Orian Barki and Meriem Bennani

Orian Barki and Meriem Bennani

The eerie beauty of a deserted city, its affirming rhythms halted by an unseen virus. The ambient dread as friends become contagious vectors and discarded PPE litters the streets. The guilty divide between the work-from-homers and the exhausted essential workers. For anyone living through the pandemic’s early months in a sero-saturated metropolis like New York City, emotions came fast and hard. Offering a digital tonic amidst our quarantine doomscrolling: 2 Lizards, an eight-part animated series on Instagram Live by Brooklyn-based artists and filmmakers Orian Barki and Meriem Bennani. In the first episode, which dropped mid-March, the two shiny reptiles shimmy and sway on their rooftop to the melancholy sounds of street (and fire escape) jazz. “I’m kind of into this confinement thing, just having to stay home and do things I never had to do,” says the lizard voiced by Bennani. “In a fucked-up way, I’m loving this.” Replies lizard Barki, setting the series arc in motion, “That’s such a quarantine week one thing to say.” 

Acclaim for 2 Lizards came quickly, via thousands of Instagram comments as well as the New York Times, where, in late April, they were dubbed “coronavirus art stars.” Yet by June, four episodes later, the Lizards said goodbye, swaying again on their rooftop. What happened? Explains Bennani, “We had been given this arc because of the pandemic. When people were starting to be less confined and the streets were more full, it felt like a different moment than when we started.” Adds Barki, “Because the city was so empty, we could shoot all these video backgrounds for the animation. But when the summer started, too many people were back out on the streets.”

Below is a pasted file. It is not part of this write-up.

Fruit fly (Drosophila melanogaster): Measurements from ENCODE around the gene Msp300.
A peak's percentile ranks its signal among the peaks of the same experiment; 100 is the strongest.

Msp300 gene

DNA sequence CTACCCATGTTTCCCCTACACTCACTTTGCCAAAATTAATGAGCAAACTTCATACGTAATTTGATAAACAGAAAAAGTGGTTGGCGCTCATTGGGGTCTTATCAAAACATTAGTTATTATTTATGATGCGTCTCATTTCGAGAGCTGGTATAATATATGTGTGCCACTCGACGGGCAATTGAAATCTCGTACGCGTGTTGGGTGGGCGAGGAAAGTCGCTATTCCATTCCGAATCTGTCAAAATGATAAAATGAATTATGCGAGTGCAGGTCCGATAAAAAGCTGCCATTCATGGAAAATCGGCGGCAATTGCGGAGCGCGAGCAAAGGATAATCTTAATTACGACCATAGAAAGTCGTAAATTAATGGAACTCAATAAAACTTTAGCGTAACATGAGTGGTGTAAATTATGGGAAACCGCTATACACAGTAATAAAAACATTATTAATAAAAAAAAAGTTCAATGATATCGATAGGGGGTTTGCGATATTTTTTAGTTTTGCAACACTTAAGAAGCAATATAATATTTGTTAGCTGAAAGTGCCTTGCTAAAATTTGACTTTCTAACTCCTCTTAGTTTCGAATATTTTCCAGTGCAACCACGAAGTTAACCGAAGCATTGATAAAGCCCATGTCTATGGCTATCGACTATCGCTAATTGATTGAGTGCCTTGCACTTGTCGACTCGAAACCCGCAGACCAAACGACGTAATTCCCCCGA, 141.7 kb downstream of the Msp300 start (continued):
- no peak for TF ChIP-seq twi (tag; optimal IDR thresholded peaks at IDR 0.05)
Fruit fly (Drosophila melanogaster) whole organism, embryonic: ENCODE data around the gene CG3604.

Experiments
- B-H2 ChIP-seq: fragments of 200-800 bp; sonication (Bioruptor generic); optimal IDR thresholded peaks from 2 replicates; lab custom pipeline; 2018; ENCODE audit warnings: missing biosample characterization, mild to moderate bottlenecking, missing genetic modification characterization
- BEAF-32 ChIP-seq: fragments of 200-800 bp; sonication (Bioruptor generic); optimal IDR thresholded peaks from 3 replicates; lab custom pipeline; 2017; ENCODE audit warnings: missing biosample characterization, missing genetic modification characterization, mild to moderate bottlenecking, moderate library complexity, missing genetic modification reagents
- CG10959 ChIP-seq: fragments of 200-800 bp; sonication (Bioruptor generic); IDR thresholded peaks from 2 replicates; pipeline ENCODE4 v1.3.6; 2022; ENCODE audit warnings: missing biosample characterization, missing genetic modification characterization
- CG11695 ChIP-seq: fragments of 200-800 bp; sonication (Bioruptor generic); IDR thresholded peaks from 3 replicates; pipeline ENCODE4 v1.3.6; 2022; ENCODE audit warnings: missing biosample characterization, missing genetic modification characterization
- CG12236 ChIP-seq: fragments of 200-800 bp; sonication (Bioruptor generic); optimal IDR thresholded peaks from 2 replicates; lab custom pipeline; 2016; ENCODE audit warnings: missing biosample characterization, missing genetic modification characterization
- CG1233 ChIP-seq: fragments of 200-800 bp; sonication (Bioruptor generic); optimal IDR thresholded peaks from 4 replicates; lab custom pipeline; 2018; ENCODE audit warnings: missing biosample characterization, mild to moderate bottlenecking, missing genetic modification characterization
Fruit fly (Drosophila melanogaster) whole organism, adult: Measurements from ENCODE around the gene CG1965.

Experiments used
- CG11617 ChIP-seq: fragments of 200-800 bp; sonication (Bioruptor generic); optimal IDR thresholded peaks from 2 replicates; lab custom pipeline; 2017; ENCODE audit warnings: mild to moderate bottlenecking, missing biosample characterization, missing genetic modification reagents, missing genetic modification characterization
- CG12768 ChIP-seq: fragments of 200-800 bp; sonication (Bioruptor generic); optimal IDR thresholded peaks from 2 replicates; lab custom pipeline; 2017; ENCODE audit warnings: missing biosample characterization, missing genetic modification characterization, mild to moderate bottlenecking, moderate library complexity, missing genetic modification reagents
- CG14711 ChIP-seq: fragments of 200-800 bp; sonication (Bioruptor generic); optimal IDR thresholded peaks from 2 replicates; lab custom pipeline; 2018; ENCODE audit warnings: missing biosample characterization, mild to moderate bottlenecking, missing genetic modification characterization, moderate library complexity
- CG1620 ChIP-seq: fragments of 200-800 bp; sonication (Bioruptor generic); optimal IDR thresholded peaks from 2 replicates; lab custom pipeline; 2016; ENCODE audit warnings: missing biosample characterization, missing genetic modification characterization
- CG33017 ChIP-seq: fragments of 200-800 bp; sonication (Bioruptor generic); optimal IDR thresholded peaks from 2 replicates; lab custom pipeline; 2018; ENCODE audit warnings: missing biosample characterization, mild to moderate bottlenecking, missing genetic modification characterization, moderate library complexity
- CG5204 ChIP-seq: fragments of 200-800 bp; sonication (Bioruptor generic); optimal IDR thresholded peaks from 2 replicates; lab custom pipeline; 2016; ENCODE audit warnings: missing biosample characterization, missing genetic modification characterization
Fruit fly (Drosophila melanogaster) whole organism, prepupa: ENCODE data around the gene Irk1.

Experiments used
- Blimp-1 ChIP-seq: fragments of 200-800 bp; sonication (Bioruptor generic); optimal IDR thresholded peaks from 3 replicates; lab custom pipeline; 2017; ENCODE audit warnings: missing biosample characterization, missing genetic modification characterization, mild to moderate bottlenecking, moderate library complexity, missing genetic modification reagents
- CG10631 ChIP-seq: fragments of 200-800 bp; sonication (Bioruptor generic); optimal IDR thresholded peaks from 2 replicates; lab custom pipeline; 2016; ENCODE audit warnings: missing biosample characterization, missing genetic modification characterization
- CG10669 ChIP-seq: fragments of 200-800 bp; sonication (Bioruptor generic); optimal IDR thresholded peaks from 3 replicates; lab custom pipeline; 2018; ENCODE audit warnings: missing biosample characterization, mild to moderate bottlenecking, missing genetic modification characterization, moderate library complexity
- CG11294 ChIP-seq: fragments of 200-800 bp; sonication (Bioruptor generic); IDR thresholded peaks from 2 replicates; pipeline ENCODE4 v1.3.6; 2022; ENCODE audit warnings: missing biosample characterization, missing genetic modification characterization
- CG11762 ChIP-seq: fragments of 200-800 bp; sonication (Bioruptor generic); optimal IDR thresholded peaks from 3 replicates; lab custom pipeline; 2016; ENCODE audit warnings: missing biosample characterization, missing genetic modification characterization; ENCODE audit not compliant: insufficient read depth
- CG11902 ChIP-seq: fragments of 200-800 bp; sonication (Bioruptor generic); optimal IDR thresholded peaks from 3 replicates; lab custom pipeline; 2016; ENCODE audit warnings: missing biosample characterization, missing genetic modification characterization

Morocco-born Bennani is a visual and video artist whose work has shown at MoMA/PS1 as well as the 2019 Whitney Biennial. Barki is a director and editor who grew up in Israel and has directed short documentaries for Dazed and Fader, among other outlets. They’d start each episode with conversation. “We would try to abstract all the information in the news into a ’mood of the week,’” says Bennani. “Then, [we] would come up with a loose story.” They’d interview friends, who would voice the other characters. The cat ICU nurse is a real nurse, while a 2 Lizards fan, an actual newscaster, reached out to voice the mouse anchor who cuts the feed on the pig New York police chief during a BLM rally. Favorite movies inspired them: The empty Times Square episode references Vanilla Sky, the nighttime Brooklyn drive Taxi Driver. The filmmakers would do an edit with sound effects, shoot backgrounds, build locations using a 3D graphics program, do the character animation and source scores from musician friends. The first episode took two days, the last one week. 

While Barki says 2 Lizards most likely won’t return, Bennani adds that “there’s something we spontaneously found together in terms of an animation technique and a certain tone that could be developed into another project.” The filmmakers say they want to keep documentary methodology and vérité observation in their future animation work. Industry people have reached out, saying, “’Whoa, love the 2 Lizards,’” says Barki, adding that the duo now want to “scale up.” But the biggest achievement may simply be—paradoxically for a series featuring animated animals—capturing those ineffable, very human early quarantine feels. “Because we were making it during confinement, everyone we collaborated with felt a cool, special connection,” concludes Barki.—SM

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